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Frank Stockwell's legacy treasured in Galway
In the decades of the 1940’s and 50’s gaelic football produced a raft of players whose fame spread far outside the boundaries of their own counties. Notably, this fantastic era had no TV and no Social Media outlets, and newspaper attention to gaelic football was not as generous, as the coverage afforded over the last four decades.
Radio was the main outlet of the 1950’s, and it would be the later years of that decade, before all Irish homes had electricity for everyday use. Thousands of homes relied upon fully charged battery radios to tune in to Míceál O’Hehir on Sunday afternoons for their weekly feast of summer football.
Super Heroes Of Renown: Having regard to the aforesaid facts, it is truly remarkable how Frank Stockwell and his terrible twin from the same town of Tuam in the Co. Galway, Seán Purcell, became household idols all over Ireland. Unlike Kerry, who were regularly winning Sam Maguires, Galway were only sporadically at the top table of gaelic football.
During the halcyon days of Frank Stockwell and Seán Purcell, Galway claimed just one solitary Sam Maguire in 1956, when they beat Cork in the final. The tribesmen also won the 1956/’57 National Football League. The stats, as illustrated prove, that Frank Stockwell and Seán Purcell’s achievements, in becoming everlasting gaelic football icons, now continuing into the 21st century, could not occur in the current era. These men came from the same club, Tuam Stars and the same county, Galway, and that uniquely adds to the magic that accompanied the Terrible Twins.
The fame of Frank Stockwell is directly linked to the fame of his illustrious comrade in arms, Seán Purcell, and the local authority even stretched that fame, by naming a local road in their honour.
And now the big question; who was Frank Stockwell?
For all their successes on the football fields, and their enduring fame, it remained a fascinating aspect of the lives of Sean Purcell and Frank Stockwell, that in their childhood in the mid-Thirties, they were first taught how to play football by a nun, Sister Fursey Morris, at Presentation Convent National School, Tuam, and then by the Christian Brothers, at their school in the town.
Frank Stockwell was born on December 7th, 1928, to Jim and Sara (née Kenny) Stockwell, at Galway Road, Tuam, and the family later moved to Waterslade, Tuam, when he was a boy. Frank’s father was a painter and decorator contractor, and although his son was christened Francis, from an early age, he became known as Frank or Frankeen, and these names followed him throughout his life.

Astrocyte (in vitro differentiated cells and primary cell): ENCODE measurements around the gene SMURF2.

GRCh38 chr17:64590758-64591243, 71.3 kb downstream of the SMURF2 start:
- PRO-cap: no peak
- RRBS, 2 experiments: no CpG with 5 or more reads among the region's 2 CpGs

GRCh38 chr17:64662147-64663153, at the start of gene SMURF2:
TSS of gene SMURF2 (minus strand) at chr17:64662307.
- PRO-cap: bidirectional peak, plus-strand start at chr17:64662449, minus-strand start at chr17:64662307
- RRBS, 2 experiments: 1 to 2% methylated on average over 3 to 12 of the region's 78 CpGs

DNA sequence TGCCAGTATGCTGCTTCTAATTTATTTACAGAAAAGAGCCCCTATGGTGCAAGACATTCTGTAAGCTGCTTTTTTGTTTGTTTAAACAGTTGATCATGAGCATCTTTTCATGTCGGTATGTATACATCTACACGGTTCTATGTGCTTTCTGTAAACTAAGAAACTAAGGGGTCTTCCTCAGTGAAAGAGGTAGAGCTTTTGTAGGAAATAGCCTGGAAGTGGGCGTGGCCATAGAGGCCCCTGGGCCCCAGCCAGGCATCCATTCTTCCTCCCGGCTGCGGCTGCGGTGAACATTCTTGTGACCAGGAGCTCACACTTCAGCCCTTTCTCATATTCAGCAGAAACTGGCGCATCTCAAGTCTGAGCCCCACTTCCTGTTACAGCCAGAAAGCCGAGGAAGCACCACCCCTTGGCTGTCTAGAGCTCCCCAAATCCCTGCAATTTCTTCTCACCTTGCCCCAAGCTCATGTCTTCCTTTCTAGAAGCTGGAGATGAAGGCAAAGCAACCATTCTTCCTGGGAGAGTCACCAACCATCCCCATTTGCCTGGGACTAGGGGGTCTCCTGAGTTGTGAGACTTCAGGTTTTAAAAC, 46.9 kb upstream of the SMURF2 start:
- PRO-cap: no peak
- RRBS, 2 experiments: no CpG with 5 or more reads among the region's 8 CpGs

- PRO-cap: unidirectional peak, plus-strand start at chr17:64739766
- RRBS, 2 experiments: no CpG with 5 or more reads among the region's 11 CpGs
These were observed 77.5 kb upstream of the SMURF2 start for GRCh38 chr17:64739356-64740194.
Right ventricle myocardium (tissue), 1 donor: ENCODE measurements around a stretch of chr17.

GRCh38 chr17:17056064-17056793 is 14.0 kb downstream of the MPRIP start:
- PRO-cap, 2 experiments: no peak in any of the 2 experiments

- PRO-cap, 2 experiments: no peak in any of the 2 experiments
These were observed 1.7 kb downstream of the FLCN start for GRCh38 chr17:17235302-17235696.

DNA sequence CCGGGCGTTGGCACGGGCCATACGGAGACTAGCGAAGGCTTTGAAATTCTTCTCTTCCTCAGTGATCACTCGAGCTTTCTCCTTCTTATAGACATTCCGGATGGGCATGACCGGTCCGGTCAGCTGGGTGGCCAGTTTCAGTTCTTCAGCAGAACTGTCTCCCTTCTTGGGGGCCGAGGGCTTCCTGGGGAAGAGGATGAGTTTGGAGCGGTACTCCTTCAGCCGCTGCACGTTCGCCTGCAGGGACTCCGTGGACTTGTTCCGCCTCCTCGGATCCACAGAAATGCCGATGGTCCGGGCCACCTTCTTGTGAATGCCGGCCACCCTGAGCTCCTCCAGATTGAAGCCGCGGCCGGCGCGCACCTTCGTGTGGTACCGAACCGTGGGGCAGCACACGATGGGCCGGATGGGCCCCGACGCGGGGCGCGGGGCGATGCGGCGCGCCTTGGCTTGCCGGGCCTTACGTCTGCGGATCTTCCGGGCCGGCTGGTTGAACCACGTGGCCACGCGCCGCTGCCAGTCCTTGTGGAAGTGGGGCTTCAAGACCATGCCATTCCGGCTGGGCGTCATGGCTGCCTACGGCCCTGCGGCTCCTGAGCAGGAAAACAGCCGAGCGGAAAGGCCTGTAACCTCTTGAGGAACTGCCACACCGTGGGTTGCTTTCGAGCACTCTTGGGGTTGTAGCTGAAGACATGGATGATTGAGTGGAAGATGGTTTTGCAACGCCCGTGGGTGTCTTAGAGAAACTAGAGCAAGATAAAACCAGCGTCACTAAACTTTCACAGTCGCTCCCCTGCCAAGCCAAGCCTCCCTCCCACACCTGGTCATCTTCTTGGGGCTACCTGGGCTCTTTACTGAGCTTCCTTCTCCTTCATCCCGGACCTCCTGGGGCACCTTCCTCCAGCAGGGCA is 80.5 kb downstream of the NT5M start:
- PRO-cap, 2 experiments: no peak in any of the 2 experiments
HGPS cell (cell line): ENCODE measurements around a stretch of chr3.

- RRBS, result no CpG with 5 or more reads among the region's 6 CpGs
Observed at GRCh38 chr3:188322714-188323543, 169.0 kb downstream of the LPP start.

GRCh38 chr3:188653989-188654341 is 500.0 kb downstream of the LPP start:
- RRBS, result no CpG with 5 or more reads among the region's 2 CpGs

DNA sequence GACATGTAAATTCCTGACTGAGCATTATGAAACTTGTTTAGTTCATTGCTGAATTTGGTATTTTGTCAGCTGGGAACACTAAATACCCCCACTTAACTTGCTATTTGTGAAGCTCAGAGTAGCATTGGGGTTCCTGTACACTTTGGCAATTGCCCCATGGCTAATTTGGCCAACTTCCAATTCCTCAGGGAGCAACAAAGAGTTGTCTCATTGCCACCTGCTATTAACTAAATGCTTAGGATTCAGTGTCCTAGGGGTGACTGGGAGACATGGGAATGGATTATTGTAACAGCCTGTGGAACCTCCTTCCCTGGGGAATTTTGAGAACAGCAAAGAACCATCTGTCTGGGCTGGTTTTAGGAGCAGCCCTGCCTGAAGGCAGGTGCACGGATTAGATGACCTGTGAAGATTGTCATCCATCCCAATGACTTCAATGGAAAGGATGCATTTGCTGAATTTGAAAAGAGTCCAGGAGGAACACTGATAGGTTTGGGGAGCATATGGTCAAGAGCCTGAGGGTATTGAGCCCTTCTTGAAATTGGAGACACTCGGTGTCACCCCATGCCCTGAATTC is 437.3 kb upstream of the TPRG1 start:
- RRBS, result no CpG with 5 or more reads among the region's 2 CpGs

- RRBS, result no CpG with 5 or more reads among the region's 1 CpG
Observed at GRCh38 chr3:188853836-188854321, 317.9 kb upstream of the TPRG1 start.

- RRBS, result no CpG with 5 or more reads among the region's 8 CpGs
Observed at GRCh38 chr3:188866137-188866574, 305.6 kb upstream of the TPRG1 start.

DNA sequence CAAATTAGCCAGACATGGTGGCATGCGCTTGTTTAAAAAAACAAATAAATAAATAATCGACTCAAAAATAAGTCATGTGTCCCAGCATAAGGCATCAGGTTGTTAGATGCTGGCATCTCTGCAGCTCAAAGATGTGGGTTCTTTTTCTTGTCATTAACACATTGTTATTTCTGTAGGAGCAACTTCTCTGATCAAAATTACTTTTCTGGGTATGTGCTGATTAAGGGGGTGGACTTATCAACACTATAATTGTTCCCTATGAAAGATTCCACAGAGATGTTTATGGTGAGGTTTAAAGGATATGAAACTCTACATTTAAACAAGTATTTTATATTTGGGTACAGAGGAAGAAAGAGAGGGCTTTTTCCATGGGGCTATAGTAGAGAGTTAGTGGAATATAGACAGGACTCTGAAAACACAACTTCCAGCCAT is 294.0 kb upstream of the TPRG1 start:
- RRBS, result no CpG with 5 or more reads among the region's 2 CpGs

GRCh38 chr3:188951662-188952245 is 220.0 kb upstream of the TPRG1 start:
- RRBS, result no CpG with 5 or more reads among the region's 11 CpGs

Frank Stockwell received his primary and secondary school education in Presentation Convent National School and Tuam CBS secondary. From kicking a football around his native streets of Tuam in his formative years with his neighbour, Seán Purcell, he was noted as a stand out act. Whilst at secondary school, Frank was selected on the combined Connacht Colleges team for the prestigious interprovincial series. It is recorded, that Connacht won the series, and the student scored a magnificent goal in the final.
Dundalk and London Exile..
After completing his education, he moved to work in Louth, and lined out for his adopted county. Frank’s began his inter-county career in 1948, at the age of twenty and continued to play for Galway for just one year. It was in 1949, that twenty year-old Frank, moved to live in Dundalk, when he took up a job in Paddy Quinn's Drapery shop in Church Street. He was immediately approached by local club, Young Irelanders.
The Galway man had already made his debut for his native county, but on moving to Louth, he was eligible to play with the wee county. Travelling in those days was an awesome task of endurance, and was an obvious factor in Frank's decision to switch allegiance from Galway to Louth..
Aware of his footballing prowess, Louth came calling on his services in 1950 and 1951, and he played eight times for Louth, four in the National League and four in championship matches in 1949. No doubt Louth would have liked to hang onto such a talented forward, but he returned to his native county the following year.
He was selected on the Leinster Railway Cup team, but did not actually play. London life was also sampled and he moved to the glitzy city of London for two years. Whilst in exile in London, he was a star of the gaelic football scene, and also in London, he met and married Pauline Lynn, a native of Crossmolina, Co Mayo.